Of course, many of these tax breaks are quite popular, in part because they reduce the net tax liability for households by about $8,000 a year, according to one analysis.6 But this average obscures the fact that the vast majority of what is “spent” on tax expenditures goes to the top 20 percent of taxpayers. This is true for a number of reasons. First, higher earners tend to participate more in the activities subsidized in the tax code, such as health insurance, retirement savings, and homeownership. Second, many deductions (such as mortgage interest and charitable giving) are only available to the one-third of taxpayers who “itemize” their deductions. And finally, the more money you make, the more deductions and exclusions are worth (if your marginal tax rate is 15 percent, you only receive 15 cents in tax benefits for every dollar spent on deductible activity, whereas a taxpayer in the 35 percent tax bracket receives 35 cents on the dollar).

Even though the Commission members and staff shared a desire to reduce tax expenditures, there was little or no agreement on where to start. Months went by without any progress from all of the testimony and discussion on tax reform. The Commission was deadlocked, and the prospects for producing a package of tax recommendations looked very grim.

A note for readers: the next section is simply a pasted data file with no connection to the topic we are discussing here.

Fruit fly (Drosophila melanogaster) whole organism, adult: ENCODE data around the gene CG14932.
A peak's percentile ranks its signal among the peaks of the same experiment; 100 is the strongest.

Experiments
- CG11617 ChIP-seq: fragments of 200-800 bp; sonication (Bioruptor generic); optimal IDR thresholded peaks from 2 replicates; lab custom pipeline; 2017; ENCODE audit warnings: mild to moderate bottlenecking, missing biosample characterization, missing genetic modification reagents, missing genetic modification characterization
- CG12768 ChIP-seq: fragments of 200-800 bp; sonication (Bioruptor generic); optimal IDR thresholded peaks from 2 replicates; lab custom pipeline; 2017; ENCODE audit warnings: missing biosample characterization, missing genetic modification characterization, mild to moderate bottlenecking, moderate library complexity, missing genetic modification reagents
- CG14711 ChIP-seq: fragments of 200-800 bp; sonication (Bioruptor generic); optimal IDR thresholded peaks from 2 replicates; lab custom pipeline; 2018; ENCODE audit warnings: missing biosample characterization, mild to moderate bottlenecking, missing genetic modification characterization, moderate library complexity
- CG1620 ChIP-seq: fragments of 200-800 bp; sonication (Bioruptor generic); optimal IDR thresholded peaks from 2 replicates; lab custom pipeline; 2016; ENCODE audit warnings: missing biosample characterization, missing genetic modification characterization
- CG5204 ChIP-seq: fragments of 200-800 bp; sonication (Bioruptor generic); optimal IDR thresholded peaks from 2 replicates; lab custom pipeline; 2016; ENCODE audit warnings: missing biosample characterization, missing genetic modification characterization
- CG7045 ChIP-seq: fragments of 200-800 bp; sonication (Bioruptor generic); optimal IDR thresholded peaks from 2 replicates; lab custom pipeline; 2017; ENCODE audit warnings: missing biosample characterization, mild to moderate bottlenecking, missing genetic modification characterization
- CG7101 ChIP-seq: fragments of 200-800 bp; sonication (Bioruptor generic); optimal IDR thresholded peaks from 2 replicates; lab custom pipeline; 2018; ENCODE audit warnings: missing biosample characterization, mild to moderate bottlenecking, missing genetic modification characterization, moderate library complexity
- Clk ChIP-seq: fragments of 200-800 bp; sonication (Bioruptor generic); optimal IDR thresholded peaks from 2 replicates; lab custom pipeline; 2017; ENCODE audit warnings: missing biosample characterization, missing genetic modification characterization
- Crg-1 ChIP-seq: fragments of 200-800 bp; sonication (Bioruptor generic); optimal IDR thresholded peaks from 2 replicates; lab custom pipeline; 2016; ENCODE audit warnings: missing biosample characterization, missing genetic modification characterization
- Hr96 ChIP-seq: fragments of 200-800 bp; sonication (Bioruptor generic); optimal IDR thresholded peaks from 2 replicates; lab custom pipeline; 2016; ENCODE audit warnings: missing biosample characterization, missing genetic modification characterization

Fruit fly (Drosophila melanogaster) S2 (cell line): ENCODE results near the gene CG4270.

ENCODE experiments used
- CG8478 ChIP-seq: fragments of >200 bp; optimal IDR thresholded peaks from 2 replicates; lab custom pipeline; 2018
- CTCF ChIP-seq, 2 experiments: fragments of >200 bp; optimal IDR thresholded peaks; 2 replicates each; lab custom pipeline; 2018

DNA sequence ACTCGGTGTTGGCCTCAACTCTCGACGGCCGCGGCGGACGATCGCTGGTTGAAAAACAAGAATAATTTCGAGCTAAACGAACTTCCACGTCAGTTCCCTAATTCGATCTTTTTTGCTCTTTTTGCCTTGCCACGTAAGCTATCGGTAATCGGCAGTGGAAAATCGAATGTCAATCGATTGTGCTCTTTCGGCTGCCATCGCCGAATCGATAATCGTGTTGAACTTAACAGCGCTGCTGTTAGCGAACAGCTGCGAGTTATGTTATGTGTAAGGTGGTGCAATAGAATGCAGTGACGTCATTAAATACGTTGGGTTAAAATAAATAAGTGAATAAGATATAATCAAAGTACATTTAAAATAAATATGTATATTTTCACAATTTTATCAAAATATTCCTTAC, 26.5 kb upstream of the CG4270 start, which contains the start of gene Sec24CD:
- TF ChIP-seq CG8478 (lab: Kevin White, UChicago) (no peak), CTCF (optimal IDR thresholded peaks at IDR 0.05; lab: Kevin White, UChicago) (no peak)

Out of this deadlock came the great breakthrough of the Commission’s tax deliberations. Instead of being trapped in endless piecemeal fights over which breaks to throw out first, the Commission tried a different starting point: first “zero out” all tax expenditures and lower rates as much as possible, then let everyone argue over which breaks to add back in.

The result was the Zero Plan.

The original Zero Plan was proposed late last year as part of the Fiscal Commission’s plan to cut $4 trillion in deficits over the next 10 years and balance the budget by 2035. The plan would lower marginal tax rates to levels not seen since the Reagan Administration while raising revenues in a progressive manner by approximately $800 billion over ten years.

The Zero Plan, as originally proposed, starts with a few simple but powerful steps:

  • Eliminate all $1.1 trillion of tax expenditures currently in the code.